An assessment of cirrus heights from MISR oblique stereo using ground-based radar and lidar at the Tropical Western Pacific ARM sites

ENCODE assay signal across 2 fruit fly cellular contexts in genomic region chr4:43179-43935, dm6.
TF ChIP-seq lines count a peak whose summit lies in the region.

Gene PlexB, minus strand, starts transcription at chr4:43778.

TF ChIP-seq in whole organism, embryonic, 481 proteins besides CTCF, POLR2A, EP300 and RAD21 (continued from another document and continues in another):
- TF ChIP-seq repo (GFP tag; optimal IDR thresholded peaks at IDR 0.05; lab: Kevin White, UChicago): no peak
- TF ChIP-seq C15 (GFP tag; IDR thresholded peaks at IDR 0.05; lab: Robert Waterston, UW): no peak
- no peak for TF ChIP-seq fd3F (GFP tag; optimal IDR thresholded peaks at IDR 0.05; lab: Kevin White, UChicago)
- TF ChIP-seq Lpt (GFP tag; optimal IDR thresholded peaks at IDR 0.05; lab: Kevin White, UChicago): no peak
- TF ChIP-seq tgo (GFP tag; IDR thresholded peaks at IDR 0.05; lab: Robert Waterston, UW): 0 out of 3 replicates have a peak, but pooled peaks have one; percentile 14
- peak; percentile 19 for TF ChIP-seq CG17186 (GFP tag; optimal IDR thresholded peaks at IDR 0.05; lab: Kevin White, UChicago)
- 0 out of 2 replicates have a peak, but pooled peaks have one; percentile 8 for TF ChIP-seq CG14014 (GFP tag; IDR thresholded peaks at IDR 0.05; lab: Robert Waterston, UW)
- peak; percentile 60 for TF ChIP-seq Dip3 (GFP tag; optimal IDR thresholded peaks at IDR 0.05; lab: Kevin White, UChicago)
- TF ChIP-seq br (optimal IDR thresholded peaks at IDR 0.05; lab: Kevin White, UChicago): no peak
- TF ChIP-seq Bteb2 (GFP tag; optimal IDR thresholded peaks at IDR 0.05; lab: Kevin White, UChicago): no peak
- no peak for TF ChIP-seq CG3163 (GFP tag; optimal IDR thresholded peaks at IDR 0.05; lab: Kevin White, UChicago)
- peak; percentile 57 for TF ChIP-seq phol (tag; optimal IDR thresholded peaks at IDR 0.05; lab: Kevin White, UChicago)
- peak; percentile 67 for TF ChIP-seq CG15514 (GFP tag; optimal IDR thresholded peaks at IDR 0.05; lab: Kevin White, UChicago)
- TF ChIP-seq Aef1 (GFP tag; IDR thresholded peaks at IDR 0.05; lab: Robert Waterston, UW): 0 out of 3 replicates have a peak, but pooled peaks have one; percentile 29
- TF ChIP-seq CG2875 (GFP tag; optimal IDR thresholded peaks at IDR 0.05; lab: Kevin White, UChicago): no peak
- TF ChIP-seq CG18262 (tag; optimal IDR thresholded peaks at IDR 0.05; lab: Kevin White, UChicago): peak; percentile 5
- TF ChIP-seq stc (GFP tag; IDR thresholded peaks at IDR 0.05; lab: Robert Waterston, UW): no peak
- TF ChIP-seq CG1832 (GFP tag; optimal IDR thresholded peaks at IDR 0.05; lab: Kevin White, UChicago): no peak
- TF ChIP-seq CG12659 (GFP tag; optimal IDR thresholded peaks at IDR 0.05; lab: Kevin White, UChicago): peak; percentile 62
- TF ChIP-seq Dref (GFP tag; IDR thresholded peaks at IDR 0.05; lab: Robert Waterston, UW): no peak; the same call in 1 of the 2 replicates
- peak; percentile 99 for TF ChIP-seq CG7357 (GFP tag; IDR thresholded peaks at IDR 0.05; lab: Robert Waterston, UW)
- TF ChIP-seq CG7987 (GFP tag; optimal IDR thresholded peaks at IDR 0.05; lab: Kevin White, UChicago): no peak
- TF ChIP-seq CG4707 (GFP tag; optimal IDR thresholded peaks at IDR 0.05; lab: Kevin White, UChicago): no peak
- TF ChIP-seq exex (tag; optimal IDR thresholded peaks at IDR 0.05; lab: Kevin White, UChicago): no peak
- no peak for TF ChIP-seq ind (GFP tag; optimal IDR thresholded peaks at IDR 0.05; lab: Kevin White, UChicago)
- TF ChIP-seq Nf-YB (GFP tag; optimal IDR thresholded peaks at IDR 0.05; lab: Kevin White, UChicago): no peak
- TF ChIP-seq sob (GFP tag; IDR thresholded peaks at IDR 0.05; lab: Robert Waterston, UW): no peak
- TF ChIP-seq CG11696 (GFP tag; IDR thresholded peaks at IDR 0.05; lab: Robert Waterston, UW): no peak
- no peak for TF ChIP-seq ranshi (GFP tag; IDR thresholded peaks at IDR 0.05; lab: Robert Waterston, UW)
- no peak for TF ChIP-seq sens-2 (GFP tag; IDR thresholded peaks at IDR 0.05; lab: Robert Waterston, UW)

[1] We compare cirrus presence and heights (CTHs) using oblique stereo by the Multiangle Imaging SpectroRadiometer (MISR) with measurements from ground-based cloud radar and lidar sensors at the Tropical Western Pacific (TWP) sites operated by the U.S. Department of Energy Atmospheric Radiation Measurement Program. Precise point-wise comparisons, limited to only 195 coincident cases, showed that the total number of cirrus retrieved using oblique-stereo analysis improved to 70% from 39% using the standard-stereo technique. The stereo technique detects cloud with the highest contrast, which is often at lower altitude. The oblique-stereo technique's efficiency depends on the thickness and number of underlying cloud layers. A histogram approach allowed similar regions to be compared statistically with many more samples and showed three distinct peaks at ≈13 km, 15 km, and 19 km related to deep convective clouds, tropical tropopause layer (TTL) cirrus, and overshooting convective clouds, respectively. Most differences between the satellite and ground-based measurements resulted from a number of cases of invalid cloud comparisons (14%), blunders from edges and broken clouds (7%), low contrast stereo mismatches (4%), and under-estimation of CTHs (3%). Overall, the oblique-stereo analysis detected a cirrus-top layer in 65% of all the valid coincident cases, mostly <1 km in thickness. The oblique-stereo derived cirrus CTHs differed from the heights of cirrus-top layers from ground-based cloud radar and lidar by −0.5 ± 1.0 km, validating the MISR retrievals. This suggests global thin cirrus retrievals are possible with the oblique-stereo technique after the screening of occasional blunders.